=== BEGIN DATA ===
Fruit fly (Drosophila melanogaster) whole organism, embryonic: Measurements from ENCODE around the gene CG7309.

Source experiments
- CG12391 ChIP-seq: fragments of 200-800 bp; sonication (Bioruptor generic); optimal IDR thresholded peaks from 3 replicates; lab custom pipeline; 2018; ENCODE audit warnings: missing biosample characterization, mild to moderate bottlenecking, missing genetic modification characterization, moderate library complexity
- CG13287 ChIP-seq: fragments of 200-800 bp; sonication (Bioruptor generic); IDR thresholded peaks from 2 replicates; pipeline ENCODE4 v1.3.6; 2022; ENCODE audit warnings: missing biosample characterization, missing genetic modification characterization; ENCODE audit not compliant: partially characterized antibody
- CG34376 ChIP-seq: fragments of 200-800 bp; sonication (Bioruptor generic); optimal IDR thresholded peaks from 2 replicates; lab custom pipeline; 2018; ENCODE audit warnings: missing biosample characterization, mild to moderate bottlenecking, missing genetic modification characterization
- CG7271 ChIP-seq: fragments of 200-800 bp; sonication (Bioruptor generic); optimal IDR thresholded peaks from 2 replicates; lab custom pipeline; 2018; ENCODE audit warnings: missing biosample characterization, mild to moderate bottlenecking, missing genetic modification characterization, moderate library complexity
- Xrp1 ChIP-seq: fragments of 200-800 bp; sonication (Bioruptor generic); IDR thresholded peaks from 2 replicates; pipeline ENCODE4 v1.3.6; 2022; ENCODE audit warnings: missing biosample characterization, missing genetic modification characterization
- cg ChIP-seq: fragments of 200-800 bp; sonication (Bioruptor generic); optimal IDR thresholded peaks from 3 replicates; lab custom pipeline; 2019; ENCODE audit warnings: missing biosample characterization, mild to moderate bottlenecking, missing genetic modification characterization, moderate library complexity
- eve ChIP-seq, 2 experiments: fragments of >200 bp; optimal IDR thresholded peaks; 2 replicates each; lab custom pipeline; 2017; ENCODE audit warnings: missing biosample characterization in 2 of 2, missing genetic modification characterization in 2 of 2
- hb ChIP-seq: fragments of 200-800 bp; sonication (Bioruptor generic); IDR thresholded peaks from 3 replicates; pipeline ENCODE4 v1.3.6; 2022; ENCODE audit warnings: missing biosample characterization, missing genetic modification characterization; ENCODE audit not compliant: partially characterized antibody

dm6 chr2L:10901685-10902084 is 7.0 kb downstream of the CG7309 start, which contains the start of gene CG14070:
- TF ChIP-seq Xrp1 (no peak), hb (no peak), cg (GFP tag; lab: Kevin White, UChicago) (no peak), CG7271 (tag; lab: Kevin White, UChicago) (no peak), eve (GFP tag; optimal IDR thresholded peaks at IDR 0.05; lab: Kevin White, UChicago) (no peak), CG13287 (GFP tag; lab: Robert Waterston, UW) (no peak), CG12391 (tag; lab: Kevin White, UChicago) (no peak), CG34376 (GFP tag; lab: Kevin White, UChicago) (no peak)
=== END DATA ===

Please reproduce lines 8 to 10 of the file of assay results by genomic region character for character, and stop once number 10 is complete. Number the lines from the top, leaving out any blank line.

- cg ChIP-seq: fragments of 200-800 bp; sonication (Bioruptor generic); optimal IDR thresholded peaks from 3 replicates; lab custom pipeline; 2019; ENCODE audit warnings: missing biosample characterization, mild to moderate bottlenecking, missing genetic modification characterization, moderate library complexity
- eve ChIP-seq, 2 experiments: fragments of >200 bp; optimal IDR thresholded peaks; 2 replicates each; lab custom pipeline; 2017; ENCODE audit warnings: missing biosample characterization in 2 of 2, missing genetic modification characterization in 2 of 2
- hb ChIP-seq: fragments of 200-800 bp; sonication (Bioruptor generic); IDR thresholded peaks from 3 replicates; pipeline ENCODE4 v1.3.6; 2022; ENCODE audit warnings: missing biosample characterization, missing genetic modification characterization; ENCODE audit not compliant: partially characterized antibody